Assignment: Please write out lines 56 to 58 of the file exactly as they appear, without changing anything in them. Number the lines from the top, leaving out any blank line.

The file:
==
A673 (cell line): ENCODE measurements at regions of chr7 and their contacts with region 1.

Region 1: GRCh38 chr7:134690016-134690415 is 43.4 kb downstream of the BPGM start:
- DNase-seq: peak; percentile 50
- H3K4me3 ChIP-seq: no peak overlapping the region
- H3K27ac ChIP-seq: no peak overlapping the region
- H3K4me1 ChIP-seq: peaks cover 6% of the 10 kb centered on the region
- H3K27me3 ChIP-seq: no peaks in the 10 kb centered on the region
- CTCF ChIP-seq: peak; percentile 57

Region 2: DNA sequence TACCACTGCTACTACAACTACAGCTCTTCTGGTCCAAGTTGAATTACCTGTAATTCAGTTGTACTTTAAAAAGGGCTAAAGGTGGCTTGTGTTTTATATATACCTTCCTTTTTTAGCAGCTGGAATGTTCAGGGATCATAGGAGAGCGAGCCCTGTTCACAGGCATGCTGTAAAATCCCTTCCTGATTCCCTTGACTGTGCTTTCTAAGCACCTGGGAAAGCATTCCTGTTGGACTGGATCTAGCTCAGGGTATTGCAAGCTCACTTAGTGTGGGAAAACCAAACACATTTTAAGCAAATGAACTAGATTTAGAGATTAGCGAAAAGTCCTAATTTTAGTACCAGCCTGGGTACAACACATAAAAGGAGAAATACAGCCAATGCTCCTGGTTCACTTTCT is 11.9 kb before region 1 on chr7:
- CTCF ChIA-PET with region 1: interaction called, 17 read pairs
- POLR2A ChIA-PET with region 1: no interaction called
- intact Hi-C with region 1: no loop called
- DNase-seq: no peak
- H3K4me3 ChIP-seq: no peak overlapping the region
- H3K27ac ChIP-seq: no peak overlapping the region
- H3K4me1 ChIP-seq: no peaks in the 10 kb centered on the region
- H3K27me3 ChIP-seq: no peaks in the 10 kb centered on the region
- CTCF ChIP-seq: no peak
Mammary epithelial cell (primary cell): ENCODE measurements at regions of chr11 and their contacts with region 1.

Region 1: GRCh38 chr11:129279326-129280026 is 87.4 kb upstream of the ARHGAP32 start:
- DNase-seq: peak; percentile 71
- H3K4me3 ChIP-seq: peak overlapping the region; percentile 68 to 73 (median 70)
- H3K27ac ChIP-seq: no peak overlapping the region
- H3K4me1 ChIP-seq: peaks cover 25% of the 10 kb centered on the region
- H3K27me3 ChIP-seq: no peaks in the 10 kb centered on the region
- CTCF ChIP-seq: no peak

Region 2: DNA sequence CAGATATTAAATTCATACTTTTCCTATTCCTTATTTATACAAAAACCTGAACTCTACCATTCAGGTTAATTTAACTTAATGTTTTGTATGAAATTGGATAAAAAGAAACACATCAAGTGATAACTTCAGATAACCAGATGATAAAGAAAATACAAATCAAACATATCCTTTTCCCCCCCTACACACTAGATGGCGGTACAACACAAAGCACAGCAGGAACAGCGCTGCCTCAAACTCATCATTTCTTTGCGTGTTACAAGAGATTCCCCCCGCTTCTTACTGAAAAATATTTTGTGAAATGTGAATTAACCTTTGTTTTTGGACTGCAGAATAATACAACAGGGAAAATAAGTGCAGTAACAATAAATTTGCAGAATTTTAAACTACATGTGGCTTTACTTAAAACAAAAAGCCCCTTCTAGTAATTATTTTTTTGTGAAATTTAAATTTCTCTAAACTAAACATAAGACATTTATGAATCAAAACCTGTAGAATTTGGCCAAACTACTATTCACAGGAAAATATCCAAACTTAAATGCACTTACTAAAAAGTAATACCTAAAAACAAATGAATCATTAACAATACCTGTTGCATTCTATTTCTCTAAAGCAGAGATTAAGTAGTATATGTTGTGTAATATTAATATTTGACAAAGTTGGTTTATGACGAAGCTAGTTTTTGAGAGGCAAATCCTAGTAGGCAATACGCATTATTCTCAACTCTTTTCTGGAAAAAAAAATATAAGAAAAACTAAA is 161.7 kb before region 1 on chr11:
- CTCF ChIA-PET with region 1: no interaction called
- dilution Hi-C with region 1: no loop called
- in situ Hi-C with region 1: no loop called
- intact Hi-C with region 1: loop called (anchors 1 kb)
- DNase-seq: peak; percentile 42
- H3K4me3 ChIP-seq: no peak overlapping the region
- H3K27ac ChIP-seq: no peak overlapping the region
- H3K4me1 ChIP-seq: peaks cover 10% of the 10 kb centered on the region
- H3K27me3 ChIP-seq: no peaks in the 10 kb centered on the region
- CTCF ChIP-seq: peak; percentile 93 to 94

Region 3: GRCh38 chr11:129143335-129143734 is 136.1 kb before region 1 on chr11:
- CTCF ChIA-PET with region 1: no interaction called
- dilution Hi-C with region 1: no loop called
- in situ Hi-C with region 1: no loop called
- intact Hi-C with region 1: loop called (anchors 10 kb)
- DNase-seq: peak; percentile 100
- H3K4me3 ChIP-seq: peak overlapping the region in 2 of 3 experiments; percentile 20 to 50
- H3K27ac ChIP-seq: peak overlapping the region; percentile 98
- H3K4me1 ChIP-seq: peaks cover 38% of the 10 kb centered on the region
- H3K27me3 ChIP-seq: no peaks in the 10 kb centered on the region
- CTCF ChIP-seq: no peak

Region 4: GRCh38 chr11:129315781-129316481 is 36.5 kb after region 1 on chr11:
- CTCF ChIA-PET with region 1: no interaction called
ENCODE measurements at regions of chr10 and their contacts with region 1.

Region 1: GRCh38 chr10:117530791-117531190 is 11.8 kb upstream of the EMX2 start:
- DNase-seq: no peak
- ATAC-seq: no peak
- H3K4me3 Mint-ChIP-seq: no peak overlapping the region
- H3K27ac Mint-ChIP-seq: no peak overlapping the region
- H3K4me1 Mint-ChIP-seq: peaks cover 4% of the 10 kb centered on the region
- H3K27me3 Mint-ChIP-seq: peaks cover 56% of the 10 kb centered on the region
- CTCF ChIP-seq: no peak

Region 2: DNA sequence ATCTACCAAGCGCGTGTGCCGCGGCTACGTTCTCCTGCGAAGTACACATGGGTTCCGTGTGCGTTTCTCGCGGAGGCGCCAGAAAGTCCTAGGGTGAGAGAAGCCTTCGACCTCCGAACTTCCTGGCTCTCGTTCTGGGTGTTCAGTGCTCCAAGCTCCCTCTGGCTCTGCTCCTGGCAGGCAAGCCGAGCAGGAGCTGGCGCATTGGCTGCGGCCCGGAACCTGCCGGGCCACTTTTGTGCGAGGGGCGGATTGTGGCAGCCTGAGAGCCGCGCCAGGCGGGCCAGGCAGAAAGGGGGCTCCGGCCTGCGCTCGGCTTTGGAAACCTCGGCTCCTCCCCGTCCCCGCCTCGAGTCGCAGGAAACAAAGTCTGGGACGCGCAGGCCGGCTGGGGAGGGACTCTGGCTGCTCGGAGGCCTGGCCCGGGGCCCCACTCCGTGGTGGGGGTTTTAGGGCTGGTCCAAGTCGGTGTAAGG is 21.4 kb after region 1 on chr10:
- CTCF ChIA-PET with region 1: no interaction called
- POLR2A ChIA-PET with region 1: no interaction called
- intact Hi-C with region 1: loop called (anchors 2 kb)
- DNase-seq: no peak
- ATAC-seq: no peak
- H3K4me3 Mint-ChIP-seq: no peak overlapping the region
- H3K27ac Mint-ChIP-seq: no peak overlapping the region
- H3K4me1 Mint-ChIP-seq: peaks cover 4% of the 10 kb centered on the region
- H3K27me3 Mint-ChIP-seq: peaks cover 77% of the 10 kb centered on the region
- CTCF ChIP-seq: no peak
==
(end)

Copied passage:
- H3K27ac Mint-ChIP-seq: no peak overlapping the region
- H3K4me1 Mint-ChIP-seq: peaks cover 4% of the 10 kb centered on the region
- H3K27me3 Mint-ChIP-seq: peaks cover 56% of the 10 kb centered on the region